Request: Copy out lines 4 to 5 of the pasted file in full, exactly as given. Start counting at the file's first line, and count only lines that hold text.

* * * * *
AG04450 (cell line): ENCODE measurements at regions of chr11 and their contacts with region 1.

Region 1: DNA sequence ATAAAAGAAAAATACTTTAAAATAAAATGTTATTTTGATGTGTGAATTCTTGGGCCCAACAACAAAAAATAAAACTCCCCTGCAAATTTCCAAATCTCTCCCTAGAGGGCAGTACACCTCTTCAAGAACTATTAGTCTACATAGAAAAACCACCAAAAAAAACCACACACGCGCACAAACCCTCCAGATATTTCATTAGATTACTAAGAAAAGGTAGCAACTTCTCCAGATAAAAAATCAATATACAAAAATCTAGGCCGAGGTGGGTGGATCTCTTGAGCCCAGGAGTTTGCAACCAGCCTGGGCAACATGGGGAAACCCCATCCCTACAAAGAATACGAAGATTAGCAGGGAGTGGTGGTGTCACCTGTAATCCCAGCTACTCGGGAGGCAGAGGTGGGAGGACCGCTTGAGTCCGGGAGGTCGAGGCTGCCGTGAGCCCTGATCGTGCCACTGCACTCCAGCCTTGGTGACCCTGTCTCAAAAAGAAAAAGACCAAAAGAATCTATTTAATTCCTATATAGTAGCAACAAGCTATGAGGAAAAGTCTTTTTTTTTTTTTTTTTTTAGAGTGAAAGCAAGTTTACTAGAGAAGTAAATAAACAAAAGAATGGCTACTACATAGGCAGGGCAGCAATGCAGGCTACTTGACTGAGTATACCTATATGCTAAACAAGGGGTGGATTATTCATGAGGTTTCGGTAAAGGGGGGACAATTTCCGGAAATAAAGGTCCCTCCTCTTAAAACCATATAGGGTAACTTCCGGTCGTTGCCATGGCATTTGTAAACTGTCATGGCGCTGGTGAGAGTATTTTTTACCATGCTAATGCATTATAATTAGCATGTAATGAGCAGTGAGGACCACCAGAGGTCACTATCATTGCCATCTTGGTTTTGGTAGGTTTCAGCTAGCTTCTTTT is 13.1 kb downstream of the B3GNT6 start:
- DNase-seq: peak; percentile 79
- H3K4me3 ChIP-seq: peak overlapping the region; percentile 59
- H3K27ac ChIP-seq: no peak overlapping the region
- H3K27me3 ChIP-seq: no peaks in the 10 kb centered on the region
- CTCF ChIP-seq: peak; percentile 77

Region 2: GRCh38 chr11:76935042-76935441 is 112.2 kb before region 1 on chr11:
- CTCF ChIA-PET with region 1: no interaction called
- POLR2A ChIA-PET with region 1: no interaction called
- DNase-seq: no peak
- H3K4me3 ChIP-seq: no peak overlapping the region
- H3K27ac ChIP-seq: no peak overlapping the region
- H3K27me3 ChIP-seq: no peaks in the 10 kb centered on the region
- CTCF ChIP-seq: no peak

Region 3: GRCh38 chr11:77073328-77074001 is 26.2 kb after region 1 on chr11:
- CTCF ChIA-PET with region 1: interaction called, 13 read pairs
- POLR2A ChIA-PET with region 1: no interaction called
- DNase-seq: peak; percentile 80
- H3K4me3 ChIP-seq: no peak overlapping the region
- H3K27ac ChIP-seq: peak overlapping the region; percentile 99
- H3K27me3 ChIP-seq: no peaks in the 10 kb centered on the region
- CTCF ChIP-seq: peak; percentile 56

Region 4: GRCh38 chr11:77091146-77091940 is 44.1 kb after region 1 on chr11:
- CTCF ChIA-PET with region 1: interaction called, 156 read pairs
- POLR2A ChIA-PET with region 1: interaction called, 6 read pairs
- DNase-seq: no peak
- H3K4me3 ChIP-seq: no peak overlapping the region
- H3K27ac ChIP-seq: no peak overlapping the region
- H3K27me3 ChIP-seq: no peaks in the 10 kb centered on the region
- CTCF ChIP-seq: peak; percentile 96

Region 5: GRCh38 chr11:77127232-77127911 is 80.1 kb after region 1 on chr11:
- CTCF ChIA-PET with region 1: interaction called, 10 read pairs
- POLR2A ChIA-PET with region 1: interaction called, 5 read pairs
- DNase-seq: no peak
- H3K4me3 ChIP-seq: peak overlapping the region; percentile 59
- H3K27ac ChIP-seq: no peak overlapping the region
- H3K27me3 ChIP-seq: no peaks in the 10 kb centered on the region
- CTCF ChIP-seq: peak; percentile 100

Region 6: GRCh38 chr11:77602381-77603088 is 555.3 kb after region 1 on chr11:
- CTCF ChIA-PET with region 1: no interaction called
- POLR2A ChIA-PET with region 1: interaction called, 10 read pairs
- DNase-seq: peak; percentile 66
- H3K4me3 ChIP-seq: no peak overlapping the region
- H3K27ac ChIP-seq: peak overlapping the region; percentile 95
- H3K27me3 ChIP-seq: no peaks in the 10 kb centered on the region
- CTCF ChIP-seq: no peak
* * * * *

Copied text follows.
- H3K4me3 ChIP-seq: peak overlapping the region; percentile 59
- H3K27ac ChIP-seq: no peak overlapping the region